Investigating a Rule of Life

One of the things I am being strongly motivated to investigate at present is a “Rule of Life”.

It’s crazy really. I have been a Christian for almost 30 years. My Protestant heritage has meandered from High Anglican through to Baptist, then to “Bapti-costal”, to full-blown Pentecostalism and now to rediscovering what it is to simply be a Christian .. and yet, it’s not been until now that I have “stumbled” onto this ancient practice of the “Rule of Life”.

The Apostles of old, the Desert Fathers and the medieval, or, Ancient Mystics all had profound insights into the how to live the Christian life with a true, living and sensual spirituality coupled with a pragmatic desire to see the rule of Christ’s Kingdom extended here on earth. How is it then, that after nearly 30 years of church life, it has only been in the last eight years or so that I have slowly ”stumbled” onto more and more of what has been known for milennia? Why has all this remained hidden from me for so long?

These are questions I cannot answer but I am so thankful that they are now “coming to light”. In many ways, it was John Sandford who triggered this quest within me. As a young and developing prophetic ministry, I was struggling with my identity. Why was I so different to most? Why did I seem to be alone in my experiences? Was I as weird as some suggested I was?

John Sandford helped me to see that I was simply a prophet in the making and that a part of that “making” was the “dark night of the soul”. This led to the discovery that an ancient mystic named St John of the Cross had already written extensively about this process because he had lived it almost a thousand years before I was born. Guy Chevreau then suggested I tap into some of Thomas Merton’s writings on Contemplative Prayer as a precursor to reading St John of the Cross. Graham Cooke talked with me many times about the writings of the Desert Fathers and the Ancient Mystics.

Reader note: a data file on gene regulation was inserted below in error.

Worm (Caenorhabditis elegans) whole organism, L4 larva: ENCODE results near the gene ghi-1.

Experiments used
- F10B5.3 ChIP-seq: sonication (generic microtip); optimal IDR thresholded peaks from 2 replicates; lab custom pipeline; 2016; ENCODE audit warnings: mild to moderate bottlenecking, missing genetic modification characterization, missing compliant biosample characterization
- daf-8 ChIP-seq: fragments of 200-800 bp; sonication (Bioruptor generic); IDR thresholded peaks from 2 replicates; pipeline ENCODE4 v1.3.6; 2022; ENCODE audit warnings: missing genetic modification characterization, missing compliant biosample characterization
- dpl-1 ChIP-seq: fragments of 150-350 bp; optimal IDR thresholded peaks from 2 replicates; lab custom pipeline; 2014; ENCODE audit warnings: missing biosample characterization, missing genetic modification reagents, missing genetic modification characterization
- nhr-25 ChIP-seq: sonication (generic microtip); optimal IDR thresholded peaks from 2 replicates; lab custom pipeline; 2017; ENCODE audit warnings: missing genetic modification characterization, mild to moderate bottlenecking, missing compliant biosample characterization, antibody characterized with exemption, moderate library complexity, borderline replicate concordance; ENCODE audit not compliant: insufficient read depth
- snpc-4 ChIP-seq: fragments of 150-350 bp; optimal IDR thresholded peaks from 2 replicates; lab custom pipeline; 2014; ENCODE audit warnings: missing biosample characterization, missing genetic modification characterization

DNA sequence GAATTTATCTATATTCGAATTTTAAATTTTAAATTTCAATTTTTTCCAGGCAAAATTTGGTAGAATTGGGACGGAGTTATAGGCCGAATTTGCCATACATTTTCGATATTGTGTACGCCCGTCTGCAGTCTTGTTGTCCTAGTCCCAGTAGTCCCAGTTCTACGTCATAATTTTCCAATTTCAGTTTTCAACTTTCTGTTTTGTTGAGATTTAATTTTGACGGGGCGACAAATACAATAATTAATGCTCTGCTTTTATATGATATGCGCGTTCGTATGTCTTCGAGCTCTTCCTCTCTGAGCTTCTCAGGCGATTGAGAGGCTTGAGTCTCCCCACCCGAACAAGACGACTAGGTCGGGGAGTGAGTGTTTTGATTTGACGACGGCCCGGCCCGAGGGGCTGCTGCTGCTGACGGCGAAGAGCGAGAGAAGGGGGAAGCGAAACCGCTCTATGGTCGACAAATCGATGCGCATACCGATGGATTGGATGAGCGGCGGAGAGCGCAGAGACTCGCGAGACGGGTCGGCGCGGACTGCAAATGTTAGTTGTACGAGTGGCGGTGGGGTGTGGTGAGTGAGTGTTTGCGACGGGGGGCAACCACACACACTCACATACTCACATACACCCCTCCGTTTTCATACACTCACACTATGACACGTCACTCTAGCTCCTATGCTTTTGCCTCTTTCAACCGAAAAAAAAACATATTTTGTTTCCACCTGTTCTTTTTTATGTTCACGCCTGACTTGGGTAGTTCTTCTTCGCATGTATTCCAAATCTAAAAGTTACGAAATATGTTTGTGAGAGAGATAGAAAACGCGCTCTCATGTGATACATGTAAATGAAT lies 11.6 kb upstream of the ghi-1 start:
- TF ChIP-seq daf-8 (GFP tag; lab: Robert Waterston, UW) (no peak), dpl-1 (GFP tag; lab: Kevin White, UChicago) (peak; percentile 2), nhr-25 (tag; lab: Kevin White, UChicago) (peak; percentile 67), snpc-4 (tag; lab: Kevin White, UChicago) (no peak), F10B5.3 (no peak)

What a rich tapestry of Kingdom experience and history is woven by these authors. Writings not borne out of “perhaps” or “maybe”, but insight borne out of hard won experience in the Secret Place before God. We need what they have to teach. It is far richer and more penetrating than almost all of the froth and bubble available at our local Christian bookstores today.

I have a confession to make. I am prone to distraction. I’m a gadget-guy and as such I think I would make a good magpie. Anything bright and shiny has the potential to catch my attention and steer me off course. I have to be very careful to maintain my focus. As a result, it seems to me that investigating the development of a “rule of life” may in fact be one of the things that will ensure I lead a dedicated and fruitful life, committed to the very specific things to which I have been called.

Maybe you see some of yourself in my confession. Perhaps then, you and I will realise that developing a “rule of life” for ourselves in this day is not such a far fetched idea. So, go on! Cross the line. Decide to step over the barriers we have built up between ourselves and other Christian traditions and delve into a wealth of life-changing experience.

The following is reprinted for your consideration …..

by Pete Greig (from 24/7 Prayer)